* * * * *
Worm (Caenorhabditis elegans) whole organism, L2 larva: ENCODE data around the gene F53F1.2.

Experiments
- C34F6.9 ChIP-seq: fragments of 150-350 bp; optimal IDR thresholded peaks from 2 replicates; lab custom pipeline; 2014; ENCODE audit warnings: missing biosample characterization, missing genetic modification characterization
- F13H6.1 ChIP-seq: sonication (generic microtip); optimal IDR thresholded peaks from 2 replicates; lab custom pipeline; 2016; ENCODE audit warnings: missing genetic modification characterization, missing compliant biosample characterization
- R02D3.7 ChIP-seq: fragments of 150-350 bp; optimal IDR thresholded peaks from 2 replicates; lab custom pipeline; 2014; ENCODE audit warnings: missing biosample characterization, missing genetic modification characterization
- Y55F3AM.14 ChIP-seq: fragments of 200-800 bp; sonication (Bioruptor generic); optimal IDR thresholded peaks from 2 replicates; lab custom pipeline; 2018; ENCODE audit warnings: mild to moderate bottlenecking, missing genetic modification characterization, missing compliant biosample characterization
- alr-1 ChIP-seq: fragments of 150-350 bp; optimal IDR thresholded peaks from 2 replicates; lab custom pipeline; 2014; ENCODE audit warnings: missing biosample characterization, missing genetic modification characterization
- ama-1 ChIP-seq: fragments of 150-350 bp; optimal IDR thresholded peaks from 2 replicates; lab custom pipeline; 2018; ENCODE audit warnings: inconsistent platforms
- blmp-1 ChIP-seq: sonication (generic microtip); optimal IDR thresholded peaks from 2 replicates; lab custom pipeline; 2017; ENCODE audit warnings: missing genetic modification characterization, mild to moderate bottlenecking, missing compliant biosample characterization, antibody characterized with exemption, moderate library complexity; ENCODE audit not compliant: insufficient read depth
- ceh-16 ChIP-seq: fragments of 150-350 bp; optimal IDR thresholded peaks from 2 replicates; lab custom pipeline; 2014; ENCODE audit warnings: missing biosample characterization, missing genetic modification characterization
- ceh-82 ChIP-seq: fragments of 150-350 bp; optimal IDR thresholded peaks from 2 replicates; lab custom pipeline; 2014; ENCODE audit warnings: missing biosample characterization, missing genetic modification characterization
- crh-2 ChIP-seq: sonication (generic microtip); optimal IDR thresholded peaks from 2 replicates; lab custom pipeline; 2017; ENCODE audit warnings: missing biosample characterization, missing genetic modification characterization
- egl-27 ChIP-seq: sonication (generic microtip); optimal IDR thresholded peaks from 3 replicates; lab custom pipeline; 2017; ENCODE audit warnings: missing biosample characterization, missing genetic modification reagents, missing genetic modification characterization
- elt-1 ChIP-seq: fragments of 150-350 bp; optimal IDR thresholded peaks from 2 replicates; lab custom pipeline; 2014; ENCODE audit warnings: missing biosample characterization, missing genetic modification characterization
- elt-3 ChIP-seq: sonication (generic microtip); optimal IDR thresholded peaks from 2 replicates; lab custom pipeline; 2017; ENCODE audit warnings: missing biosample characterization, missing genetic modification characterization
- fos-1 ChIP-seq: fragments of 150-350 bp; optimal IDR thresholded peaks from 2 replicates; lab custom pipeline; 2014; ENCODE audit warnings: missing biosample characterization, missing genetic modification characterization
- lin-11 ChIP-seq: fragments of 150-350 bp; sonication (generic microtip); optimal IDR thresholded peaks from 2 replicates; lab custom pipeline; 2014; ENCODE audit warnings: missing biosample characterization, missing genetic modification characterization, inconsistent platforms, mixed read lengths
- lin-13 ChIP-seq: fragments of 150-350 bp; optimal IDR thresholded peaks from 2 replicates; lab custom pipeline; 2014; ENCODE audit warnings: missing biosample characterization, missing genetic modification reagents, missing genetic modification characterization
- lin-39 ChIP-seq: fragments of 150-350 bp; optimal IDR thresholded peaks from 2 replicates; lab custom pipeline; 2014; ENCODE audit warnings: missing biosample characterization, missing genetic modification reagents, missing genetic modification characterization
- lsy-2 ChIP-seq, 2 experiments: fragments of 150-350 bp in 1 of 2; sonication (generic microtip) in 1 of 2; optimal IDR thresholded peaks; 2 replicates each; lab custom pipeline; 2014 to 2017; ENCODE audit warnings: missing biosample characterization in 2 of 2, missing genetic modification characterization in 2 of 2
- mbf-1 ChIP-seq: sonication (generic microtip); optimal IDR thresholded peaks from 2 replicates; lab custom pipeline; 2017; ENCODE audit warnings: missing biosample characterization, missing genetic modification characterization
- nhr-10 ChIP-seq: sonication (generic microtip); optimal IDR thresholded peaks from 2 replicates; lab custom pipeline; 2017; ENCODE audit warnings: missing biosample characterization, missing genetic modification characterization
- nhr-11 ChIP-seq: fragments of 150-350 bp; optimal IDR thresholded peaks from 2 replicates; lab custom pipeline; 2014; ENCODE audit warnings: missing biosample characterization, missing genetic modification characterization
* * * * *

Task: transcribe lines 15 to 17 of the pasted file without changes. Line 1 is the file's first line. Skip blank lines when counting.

- elt-3 ChIP-seq: sonication (generic microtip); optimal IDR thresholded peaks from 2 replicates; lab custom pipeline; 2017; ENCODE audit warnings: missing biosample characterization, missing genetic modification characterization
- fos-1 ChIP-seq: fragments of 150-350 bp; optimal IDR thresholded peaks from 2 replicates; lab custom pipeline; 2014; ENCODE audit warnings: missing biosample characterization, missing genetic modification characterization
- lin-11 ChIP-seq: fragments of 150-350 bp; sonication (generic microtip); optimal IDR thresholded peaks from 2 replicates; lab custom pipeline; 2014; ENCODE audit warnings: missing biosample characterization, missing genetic modification characterization, inconsistent platforms, mixed read lengths